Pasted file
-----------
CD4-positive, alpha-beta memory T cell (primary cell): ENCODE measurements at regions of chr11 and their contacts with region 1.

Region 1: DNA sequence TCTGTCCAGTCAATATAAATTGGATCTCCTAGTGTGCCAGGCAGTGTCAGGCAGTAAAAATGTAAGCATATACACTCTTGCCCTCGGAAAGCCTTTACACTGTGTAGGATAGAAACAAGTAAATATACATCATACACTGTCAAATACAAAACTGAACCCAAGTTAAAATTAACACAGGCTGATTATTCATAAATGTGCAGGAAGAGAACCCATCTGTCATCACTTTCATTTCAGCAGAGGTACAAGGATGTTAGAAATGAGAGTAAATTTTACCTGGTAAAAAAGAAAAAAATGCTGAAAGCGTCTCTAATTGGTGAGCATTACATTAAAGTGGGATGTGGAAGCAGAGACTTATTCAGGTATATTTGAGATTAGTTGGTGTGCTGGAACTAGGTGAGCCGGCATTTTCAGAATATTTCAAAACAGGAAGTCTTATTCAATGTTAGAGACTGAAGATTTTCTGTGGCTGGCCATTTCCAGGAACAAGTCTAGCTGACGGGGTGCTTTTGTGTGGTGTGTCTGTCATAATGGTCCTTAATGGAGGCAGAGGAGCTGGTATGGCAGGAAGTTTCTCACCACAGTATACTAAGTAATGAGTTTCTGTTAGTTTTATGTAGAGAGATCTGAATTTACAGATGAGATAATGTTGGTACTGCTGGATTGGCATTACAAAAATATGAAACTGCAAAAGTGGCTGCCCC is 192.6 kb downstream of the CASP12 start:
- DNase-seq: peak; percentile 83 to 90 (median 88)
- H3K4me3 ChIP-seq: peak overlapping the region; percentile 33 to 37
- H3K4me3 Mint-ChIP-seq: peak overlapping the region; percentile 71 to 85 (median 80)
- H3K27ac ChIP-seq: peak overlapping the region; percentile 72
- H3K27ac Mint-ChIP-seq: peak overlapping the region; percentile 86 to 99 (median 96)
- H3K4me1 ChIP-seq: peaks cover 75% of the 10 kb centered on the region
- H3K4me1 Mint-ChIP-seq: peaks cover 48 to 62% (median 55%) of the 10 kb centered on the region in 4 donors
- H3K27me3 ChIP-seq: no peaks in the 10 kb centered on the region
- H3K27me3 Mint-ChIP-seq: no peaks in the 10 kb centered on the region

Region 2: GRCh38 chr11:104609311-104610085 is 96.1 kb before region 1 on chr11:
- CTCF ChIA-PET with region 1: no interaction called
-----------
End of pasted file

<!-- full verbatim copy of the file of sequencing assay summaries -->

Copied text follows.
CD4-positive, alpha-beta memory T cell (primary cell): ENCODE measurements at regions of chr11 and their contacts with region 1.

Region 1: DNA sequence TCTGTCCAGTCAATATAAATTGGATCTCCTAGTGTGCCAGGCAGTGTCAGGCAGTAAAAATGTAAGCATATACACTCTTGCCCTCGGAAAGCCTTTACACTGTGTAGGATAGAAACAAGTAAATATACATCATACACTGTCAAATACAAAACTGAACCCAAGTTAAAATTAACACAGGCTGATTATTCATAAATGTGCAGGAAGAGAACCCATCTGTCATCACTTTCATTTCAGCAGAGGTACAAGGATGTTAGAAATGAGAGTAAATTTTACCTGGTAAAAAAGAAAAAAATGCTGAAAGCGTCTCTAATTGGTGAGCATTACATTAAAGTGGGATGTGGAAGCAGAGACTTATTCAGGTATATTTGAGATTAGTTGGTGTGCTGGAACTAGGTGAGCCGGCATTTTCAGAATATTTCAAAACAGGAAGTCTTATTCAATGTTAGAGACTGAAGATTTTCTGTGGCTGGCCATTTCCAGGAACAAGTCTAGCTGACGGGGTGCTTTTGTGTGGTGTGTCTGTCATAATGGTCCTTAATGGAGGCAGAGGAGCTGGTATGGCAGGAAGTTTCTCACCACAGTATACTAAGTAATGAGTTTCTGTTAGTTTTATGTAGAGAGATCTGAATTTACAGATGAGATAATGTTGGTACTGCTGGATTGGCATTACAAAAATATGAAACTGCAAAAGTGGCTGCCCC is 192.6 kb downstream of the CASP12 start:
- DNase-seq: peak; percentile 83 to 90 (median 88)
- H3K4me3 ChIP-seq: peak overlapping the region; percentile 33 to 37
- H3K4me3 Mint-ChIP-seq: peak overlapping the region; percentile 71 to 85 (median 80)
- H3K27ac ChIP-seq: peak overlapping the region; percentile 72
- H3K27ac Mint-ChIP-seq: peak overlapping the region; percentile 86 to 99 (median 96)
- H3K4me1 ChIP-seq: peaks cover 75% of the 10 kb centered on the region
- H3K4me1 Mint-ChIP-seq: peaks cover 48 to 62% (median 55%) of the 10 kb centered on the region in 4 donors
- H3K27me3 ChIP-seq: no peaks in the 10 kb centered on the region
- H3K27me3 Mint-ChIP-seq: no peaks in the 10 kb centered on the region

Region 2: GRCh38 chr11:104609311-104610085 is 96.1 kb before region 1 on chr11:
- CTCF ChIA-PET with region 1: no interaction called